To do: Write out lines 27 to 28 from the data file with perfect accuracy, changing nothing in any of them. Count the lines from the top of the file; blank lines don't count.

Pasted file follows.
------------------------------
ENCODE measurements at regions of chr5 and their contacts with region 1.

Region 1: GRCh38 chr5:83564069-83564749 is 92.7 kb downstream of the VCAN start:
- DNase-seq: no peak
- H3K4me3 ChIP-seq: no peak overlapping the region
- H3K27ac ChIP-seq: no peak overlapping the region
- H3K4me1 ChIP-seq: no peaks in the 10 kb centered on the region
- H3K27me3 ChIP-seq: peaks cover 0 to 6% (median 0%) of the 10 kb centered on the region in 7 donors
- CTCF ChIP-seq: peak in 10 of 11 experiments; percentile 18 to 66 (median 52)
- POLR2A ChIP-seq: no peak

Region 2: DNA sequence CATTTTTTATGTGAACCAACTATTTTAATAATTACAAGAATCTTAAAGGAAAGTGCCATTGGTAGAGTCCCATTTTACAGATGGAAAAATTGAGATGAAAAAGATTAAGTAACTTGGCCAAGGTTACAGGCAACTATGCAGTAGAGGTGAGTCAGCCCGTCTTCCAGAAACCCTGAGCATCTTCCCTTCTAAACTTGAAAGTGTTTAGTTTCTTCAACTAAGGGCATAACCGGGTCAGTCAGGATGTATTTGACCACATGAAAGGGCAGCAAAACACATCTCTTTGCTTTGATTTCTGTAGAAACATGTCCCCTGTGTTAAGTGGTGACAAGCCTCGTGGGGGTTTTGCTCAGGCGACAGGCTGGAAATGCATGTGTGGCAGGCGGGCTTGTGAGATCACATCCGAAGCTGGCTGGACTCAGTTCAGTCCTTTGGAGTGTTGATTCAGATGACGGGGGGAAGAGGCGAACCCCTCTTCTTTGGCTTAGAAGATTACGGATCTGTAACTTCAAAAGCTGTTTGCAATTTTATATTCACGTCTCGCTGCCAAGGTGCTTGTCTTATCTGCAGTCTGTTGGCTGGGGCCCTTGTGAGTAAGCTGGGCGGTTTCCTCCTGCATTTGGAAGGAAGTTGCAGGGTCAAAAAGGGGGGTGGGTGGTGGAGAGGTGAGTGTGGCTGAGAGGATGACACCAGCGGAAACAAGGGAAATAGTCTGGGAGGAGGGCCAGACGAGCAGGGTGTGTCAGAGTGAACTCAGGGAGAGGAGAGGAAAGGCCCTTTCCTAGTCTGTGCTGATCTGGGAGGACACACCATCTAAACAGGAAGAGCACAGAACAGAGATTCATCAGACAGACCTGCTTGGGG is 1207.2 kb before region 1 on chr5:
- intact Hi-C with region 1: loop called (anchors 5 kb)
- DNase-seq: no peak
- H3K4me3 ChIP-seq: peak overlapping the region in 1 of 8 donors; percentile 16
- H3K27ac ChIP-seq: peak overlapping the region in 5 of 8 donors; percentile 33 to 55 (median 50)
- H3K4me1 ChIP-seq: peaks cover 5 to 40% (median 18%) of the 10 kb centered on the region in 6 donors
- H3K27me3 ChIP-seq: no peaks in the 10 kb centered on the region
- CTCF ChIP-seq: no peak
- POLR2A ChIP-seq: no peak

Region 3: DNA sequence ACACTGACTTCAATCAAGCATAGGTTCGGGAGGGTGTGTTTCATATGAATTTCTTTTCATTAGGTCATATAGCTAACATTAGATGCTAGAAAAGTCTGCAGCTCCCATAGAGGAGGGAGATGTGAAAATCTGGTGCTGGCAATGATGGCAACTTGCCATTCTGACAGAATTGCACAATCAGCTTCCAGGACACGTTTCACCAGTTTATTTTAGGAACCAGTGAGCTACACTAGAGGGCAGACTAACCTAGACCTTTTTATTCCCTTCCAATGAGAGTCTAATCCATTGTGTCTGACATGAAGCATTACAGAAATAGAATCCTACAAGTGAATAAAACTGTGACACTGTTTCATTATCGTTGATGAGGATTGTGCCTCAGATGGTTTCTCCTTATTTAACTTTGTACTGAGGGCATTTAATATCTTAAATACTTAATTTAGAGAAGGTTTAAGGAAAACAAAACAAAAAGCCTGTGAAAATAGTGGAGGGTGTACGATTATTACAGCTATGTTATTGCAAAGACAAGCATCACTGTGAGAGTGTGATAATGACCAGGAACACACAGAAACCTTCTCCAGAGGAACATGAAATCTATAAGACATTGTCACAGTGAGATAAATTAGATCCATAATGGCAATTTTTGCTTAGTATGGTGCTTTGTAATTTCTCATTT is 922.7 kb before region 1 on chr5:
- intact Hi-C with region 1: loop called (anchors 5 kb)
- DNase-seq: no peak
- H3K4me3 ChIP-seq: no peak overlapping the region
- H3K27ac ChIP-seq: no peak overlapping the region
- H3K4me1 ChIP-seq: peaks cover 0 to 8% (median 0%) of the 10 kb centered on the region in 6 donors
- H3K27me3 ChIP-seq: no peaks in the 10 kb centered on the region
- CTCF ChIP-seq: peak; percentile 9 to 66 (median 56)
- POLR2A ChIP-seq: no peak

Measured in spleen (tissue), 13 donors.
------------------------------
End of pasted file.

- POLR2A ChIP-seq: no peak

Measured in spleen (tissue), 13 donors.